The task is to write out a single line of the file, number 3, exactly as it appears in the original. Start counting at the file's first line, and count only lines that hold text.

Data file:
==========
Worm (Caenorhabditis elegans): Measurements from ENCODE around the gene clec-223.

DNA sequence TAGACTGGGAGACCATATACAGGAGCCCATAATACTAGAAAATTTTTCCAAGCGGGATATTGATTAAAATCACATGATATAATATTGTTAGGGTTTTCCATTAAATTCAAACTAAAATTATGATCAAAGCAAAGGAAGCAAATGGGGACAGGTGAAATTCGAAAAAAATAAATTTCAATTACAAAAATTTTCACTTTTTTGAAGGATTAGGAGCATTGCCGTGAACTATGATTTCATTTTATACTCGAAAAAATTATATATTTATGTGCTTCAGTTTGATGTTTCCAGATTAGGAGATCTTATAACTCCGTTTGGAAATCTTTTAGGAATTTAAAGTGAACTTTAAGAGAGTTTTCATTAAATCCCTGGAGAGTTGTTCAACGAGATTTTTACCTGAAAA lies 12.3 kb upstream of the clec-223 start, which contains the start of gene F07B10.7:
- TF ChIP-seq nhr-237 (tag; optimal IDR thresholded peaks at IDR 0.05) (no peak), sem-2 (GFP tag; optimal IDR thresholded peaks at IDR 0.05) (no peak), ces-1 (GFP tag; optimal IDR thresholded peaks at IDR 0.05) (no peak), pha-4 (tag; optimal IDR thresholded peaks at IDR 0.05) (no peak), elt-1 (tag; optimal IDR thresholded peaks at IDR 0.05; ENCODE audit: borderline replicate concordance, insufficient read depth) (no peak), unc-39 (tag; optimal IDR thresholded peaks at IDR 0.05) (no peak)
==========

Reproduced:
- TF ChIP-seq nhr-237 (tag; optimal IDR thresholded peaks at IDR 0.05) (no peak), sem-2 (GFP tag; optimal IDR thresholded peaks at IDR 0.05) (no peak), ces-1 (GFP tag; optimal IDR thresholded peaks at IDR 0.05) (no peak), pha-4 (tag; optimal IDR thresholded peaks at IDR 0.05) (no peak), elt-1 (tag; optimal IDR thresholded peaks at IDR 0.05; ENCODE audit: borderline replicate concordance, insufficient read depth) (no peak), unc-39 (tag; optimal IDR thresholded peaks at IDR 0.05) (no peak)